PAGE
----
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Title: 'Figuring and becoming' : developing identities among beginning nursing students
Author: Butcher, Daniel
ISNI:       0000 0004 7230 6850
Awarding Body: Oxford Brookes University
Current Institution: Oxford Brookes University
Date of Award: 2017
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The contemporary professional context of initial nurse preparation is characterised by multiple and sometimes competing social and historical discourses. It is in this context that beginning nursing students take their early steps on the road to developing identities that will shape their future practice and continued professional development. Unlike much of the existing nursing literature, the study adopts a post-modern perspective towards the nature of identity. Here it is conceived as a relational concept, dynamic and continuously evolving through the production and performance of narratives of experience embedded in cultural and social environments. This thesis examines, in detail, the stories told by five pre-registration nursing students at points throughout the first year of their undergraduate education with the aim of exploring how emergent professional identities are constructed. The study is grounded in the social constructivist approach that recognises the impact of distinct cultural contexts and foregrounds the embodied processes of meaning-making and agency in the negotiation of identity. The study seeks to honour the voices of students in this process. Data was gathered through a series of one-to-one meetings with each participant and supplemented with occasional audio diary recordings and the personal statements used to support their pre-course application. The narrative structure and content of 110 bounded stories were analysed using a multi-dimensional approach designed to reveal the changing identity claims made by individuals. This thesis contributes to understanding of professional identity development in a number of ways. It demonstrates that nursing students begin their nurse preparation with pre-existing and rudimentary images of the profession that serve as frameworks for their interpretation of early clinical and education experiences. Beginning nursing students improvise their identities, telling tales to audiences that include themselves, at the intersection between the Figured Worlds of practice and education. This represents an arena where they author their present and future selves, using individualised and unique stories to buffer conflicts and establish affiliations. Each participant created a rich and detailed compendium of stories that served to positively represent themselves and ‘tell’ themselves into nursing. This small scale study reveals the significant and often untapped potential of nursing students’ stories to establish understanding of identity development. As such they are under-utilised educational and developmental tools that have significant potential for enhancing nurse education.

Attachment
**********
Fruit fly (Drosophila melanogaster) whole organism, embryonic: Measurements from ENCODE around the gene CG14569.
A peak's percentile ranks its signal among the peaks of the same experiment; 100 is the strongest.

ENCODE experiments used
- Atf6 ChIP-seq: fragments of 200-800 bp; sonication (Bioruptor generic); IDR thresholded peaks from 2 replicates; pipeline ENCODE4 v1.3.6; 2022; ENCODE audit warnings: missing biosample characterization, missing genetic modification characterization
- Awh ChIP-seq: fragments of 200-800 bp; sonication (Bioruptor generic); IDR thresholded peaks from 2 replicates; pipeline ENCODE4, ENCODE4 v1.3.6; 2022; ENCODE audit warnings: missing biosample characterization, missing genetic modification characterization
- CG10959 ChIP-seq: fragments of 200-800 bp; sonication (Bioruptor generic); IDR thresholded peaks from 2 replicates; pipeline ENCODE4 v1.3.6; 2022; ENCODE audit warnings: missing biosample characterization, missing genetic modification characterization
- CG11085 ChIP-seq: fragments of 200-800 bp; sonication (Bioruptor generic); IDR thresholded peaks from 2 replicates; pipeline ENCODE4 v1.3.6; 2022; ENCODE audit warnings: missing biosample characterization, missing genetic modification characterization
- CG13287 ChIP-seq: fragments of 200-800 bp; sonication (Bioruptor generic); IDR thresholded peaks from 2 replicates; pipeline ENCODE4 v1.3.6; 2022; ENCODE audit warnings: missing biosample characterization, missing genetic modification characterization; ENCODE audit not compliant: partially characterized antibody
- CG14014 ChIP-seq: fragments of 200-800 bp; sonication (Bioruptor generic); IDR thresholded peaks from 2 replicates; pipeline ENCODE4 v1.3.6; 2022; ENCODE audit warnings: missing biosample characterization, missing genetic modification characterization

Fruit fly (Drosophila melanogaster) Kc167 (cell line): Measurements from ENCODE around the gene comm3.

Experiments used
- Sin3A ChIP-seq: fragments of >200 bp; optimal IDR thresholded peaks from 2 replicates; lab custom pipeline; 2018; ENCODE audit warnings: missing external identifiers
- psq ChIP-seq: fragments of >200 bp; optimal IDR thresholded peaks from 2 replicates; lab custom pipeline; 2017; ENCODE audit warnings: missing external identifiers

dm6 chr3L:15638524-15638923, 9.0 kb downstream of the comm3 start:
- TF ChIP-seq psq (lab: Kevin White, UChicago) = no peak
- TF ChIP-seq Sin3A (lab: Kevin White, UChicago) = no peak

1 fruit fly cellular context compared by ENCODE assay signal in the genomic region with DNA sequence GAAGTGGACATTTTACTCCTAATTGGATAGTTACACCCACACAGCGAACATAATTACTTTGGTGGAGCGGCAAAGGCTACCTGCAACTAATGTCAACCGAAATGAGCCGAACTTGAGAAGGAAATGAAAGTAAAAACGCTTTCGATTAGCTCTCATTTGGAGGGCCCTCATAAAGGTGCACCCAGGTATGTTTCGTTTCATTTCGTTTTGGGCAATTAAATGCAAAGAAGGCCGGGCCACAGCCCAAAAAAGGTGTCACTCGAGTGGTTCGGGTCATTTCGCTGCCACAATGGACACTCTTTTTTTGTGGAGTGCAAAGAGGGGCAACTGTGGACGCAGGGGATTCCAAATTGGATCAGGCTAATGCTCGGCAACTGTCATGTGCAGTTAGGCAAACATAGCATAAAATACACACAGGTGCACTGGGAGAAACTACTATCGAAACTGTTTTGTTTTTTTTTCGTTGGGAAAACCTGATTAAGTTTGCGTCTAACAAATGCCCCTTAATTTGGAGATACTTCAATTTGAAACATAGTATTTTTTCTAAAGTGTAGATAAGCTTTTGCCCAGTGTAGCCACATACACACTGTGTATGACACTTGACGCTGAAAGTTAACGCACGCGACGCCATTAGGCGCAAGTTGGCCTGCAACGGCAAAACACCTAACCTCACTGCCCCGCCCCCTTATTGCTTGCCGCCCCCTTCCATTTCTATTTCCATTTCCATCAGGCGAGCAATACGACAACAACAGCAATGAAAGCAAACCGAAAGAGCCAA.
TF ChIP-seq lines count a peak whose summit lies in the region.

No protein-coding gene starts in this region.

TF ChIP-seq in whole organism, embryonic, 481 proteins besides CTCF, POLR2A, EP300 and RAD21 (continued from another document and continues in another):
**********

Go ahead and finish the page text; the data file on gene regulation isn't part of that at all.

Supervisor: McGregor, Debra ; De Abreu, Guida Sponsor: Not available
Qualification Name: Thesis (Ed.D.) Qualification Level: Doctoral
Keywords: Nursing ; Nursing education